Youth, Looting, Flat Screen Tvs and the single room rate for under 35s
18/08/2011 11:33 am
If our youth were prepared to riot for electronic goods I wonder how they are going to react on the 1st January 11 when they realise (those that are in low paid work or unemployed) that reductions in their housing benefit/lha are going to get them evicted and stop them renting a flat on their own in the future. In my view the people that were rioting are probably 'well placed' to be affected by the changes i.e. I am sure most of them were young, unemployed, males (no kids) and would either be living in or have aspirations to live in their own 1/2 bedroomed flat at some point befor their 35th birthday.
Do people think that these people are going to pick up a plackard and march or might we see more riots all be it for political causes this time?! Poll Tax riots???
Just a thought!?
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18/08/2011 12:07 pm
This is why I've been saying that inclusion, enablement, fairness, and equality are needed to avoid the slide into an even worse condition than the one we are currently in. It is odd that I find myself castigated for suggesting such a thing - no doubt others prefer running battles and blood in the streets, or ever greater CCTV intrusion and the inception of armed police on every street corner.
The dispossessed already number 1 Million - Lord protect us if they all decide that having nothing to loose means they can ignore basic social rules.
27/09/2011 4:20 pm
I think a lot of kids got a big buzz from what has been described as 'shopping with violence'.
Even nice middle class kids got caught
up in this rather exciting and completely illegal ( and so more exciting), high street raiding. I think this excitement was fuelled
to a degree by the stand off with police, but when that changed, the youth clearly thought better of it!
How much does it take to make a riot? I would be prepared to bet that no one with their hands inside a mobile phone shop window during that
contemplating the downfall of the state or wondering if this was the first stirrings of the Revolution! So no, I dont think our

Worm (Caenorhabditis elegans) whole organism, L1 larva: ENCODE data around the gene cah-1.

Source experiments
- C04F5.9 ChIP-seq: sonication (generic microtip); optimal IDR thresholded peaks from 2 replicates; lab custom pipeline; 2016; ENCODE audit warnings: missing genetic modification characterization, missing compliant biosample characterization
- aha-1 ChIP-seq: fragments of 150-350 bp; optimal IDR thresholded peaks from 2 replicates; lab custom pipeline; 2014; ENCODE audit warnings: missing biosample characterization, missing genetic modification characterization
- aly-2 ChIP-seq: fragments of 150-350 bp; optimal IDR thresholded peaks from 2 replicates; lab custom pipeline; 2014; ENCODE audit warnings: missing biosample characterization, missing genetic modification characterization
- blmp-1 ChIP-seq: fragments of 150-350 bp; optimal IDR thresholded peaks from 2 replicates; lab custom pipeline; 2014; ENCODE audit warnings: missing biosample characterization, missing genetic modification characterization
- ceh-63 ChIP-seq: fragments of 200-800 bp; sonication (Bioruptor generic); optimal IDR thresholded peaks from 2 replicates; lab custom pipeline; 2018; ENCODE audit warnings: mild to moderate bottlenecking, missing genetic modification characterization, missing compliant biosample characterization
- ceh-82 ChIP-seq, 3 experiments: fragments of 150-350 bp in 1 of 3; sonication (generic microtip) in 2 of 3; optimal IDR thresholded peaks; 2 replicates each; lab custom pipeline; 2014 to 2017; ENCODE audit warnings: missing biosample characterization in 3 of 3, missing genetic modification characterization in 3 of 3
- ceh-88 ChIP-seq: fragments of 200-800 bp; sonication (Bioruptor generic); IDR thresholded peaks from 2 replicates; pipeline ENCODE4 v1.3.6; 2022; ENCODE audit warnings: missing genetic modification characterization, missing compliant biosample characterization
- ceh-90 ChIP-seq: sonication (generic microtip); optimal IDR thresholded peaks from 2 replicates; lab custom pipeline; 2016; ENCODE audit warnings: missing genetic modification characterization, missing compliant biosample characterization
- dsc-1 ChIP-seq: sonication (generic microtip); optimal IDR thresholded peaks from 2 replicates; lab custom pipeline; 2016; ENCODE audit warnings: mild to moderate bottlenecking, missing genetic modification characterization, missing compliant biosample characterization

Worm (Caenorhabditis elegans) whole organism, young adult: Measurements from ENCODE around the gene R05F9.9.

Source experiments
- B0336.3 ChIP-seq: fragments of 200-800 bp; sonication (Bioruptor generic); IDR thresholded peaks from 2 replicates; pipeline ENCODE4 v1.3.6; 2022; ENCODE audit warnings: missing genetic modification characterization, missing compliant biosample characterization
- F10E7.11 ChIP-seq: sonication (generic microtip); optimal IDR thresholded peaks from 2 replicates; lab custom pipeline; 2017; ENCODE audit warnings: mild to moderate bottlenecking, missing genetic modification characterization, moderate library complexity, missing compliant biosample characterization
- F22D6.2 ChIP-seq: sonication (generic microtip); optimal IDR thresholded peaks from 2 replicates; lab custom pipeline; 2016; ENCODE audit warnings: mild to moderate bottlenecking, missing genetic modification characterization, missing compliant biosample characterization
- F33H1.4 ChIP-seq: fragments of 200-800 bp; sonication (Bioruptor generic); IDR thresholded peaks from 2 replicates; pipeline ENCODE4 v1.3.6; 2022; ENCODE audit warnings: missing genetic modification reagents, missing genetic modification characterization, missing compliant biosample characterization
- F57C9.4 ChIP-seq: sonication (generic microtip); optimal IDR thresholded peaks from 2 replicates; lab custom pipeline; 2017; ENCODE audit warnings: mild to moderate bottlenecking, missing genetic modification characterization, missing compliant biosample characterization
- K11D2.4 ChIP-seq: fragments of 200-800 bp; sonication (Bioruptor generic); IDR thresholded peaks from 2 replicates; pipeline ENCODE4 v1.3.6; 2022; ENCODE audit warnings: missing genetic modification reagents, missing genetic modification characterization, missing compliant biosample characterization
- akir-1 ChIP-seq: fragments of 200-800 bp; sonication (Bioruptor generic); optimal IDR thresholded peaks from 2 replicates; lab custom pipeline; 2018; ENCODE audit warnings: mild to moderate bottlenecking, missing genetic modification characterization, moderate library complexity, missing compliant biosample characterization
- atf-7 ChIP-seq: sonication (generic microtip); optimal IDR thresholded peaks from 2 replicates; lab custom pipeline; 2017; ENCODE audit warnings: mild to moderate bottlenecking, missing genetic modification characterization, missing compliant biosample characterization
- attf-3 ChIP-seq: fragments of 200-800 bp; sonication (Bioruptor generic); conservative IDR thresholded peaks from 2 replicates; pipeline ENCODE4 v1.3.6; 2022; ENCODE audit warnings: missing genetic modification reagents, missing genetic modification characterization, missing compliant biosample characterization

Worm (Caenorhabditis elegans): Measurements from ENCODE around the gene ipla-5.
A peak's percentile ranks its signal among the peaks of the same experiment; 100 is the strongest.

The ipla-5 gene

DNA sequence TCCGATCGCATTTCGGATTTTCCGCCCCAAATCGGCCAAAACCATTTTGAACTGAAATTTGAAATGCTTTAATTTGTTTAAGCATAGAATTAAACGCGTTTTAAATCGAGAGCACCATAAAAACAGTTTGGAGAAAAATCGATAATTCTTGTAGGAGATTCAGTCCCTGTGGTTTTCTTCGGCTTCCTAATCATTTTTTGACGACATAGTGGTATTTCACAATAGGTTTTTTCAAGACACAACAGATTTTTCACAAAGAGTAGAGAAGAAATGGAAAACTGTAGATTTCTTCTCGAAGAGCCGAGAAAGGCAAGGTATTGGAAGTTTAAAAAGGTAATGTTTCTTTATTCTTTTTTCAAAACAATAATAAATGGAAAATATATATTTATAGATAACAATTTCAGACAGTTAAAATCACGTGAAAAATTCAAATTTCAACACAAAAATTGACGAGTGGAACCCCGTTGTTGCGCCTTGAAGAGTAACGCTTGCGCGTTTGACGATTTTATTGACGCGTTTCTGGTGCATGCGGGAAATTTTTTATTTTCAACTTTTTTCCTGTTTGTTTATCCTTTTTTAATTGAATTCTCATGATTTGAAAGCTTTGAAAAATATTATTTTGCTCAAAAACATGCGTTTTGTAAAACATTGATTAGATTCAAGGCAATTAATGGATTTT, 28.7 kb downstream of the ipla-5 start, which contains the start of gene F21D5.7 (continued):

youth on their own will take to the streets anytime soon to complain about these rather 'technical' changes.
It's just a bit too boring! A lot of kids did protest about university fees and I wonder how many of the youth involved in the riots
also protested about uni fees?
I suspect that the activism we have seen on the street in
recent years has probably had either reasonable suport from anarchist type groups,(see the Poll Tax riots)
or the 'squeezed' middle class, (example: university fees).
Perhaps as more of 'middle' England experiences further pain from continued lack of access to buying and renting a home, plus increasing
unempoyment, then, as David Orr asked, (in his address to the NHF conference in Birimingham) -is it just possible that housing has now
about to become a big/popoular political issue? So yes there might be some direct action on the streets but it needs a wide groundswell of opposition that the Coalition cannot ignore.
30/09/2011 5:01 pm
Sometimes civil unrest is stimulated by a combination of factors rather than a single issue. I don't think that the recent "riots" were caused because someone wanted a flat screen TV. Rather I suspect it was a manifestation of anger and frustration caused by the current environment.
Unfortunately myself along with a number of others predicted the likelihood of civil unrest as soon
as the economic fortunes of the Country became apparent. In terms of young people, we know from various research and statistics that they are some of the hardest hit by the current economic environment. In many instances people need hope and a sight of what a positive future may look like and I do fear that at present not enough young people can see a brighter future. The effect of the single room rate could add to this feeling. As a singular issue I wouldn't believe it would cause rioting, but as an added ingredient to the current environment then it possibly could.
The question for us as a housing movement is what more we can do to provide positive opportunities. As a Country, it strikes me that we have just gone through a decade of milk and honey in respect of public expenditure and investment but we have failed to maximise the opportunities that this presented to increase employment and skills and the economic prosperity of key communities. As social landlords I am afraid that a good number of our customers will be most adversely affected by the austerity measures and I think it is up to us to help lead the response for the communities we serve.
Three years ago, at the organisation where I work, we made the unusual step of acquiring a training company that specialises in providing training and employment opportunities particularly for young people who are leaving school with limited academic qualifications. We have re-orientated our business to try and create as many opportunities as we possibly can. We now employ 70 young apprentices (11% of our workforce) and have worked with an ever expanding network to create of companies to create over 350 apprenticeship opportunities. I know other organisations are doing some great work but are we all doing enough?